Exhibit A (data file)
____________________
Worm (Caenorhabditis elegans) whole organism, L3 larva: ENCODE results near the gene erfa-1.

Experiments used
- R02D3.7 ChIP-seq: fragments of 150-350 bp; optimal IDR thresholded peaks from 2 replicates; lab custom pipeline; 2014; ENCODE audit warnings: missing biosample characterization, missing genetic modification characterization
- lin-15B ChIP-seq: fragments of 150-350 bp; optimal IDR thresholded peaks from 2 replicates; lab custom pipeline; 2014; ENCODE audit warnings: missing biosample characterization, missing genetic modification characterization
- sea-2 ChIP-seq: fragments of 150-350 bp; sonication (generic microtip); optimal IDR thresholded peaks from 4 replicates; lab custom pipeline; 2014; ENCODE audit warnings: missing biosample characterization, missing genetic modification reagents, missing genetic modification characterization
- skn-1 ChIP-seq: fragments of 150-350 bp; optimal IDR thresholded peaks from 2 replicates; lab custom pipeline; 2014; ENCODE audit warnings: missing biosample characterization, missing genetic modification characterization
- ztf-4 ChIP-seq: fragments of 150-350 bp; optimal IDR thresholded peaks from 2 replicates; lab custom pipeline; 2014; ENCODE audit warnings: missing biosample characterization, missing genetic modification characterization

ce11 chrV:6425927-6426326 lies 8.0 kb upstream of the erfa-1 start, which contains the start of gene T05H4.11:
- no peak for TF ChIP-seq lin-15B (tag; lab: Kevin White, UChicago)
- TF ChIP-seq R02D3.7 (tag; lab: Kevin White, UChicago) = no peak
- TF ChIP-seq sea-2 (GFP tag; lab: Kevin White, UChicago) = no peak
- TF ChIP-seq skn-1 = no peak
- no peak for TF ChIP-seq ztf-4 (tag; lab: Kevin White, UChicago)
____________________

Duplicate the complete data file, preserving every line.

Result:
Worm (Caenorhabditis elegans) whole organism, L3 larva: ENCODE results near the gene erfa-1.

Experiments used
- R02D3.7 ChIP-seq: fragments of 150-350 bp; optimal IDR thresholded peaks from 2 replicates; lab custom pipeline; 2014; ENCODE audit warnings: missing biosample characterization, missing genetic modification characterization
- lin-15B ChIP-seq: fragments of 150-350 bp; optimal IDR thresholded peaks from 2 replicates; lab custom pipeline; 2014; ENCODE audit warnings: missing biosample characterization, missing genetic modification characterization
- sea-2 ChIP-seq: fragments of 150-350 bp; sonication (generic microtip); optimal IDR thresholded peaks from 4 replicates; lab custom pipeline; 2014; ENCODE audit warnings: missing biosample characterization, missing genetic modification reagents, missing genetic modification characterization
- skn-1 ChIP-seq: fragments of 150-350 bp; optimal IDR thresholded peaks from 2 replicates; lab custom pipeline; 2014; ENCODE audit warnings: missing biosample characterization, missing genetic modification characterization
- ztf-4 ChIP-seq: fragments of 150-350 bp; optimal IDR thresholded peaks from 2 replicates; lab custom pipeline; 2014; ENCODE audit warnings: missing biosample characterization, missing genetic modification characterization

ce11 chrV:6425927-6426326 lies 8.0 kb upstream of the erfa-1 start, which contains the start of gene T05H4.11:
- no peak for TF ChIP-seq lin-15B (tag; lab: Kevin White, UChicago)
- TF ChIP-seq R02D3.7 (tag; lab: Kevin White, UChicago) = no peak
- TF ChIP-seq sea-2 (GFP tag; lab: Kevin White, UChicago) = no peak
- TF ChIP-seq skn-1 = no peak
- no peak for TF ChIP-seq ztf-4 (tag; lab: Kevin White, UChicago)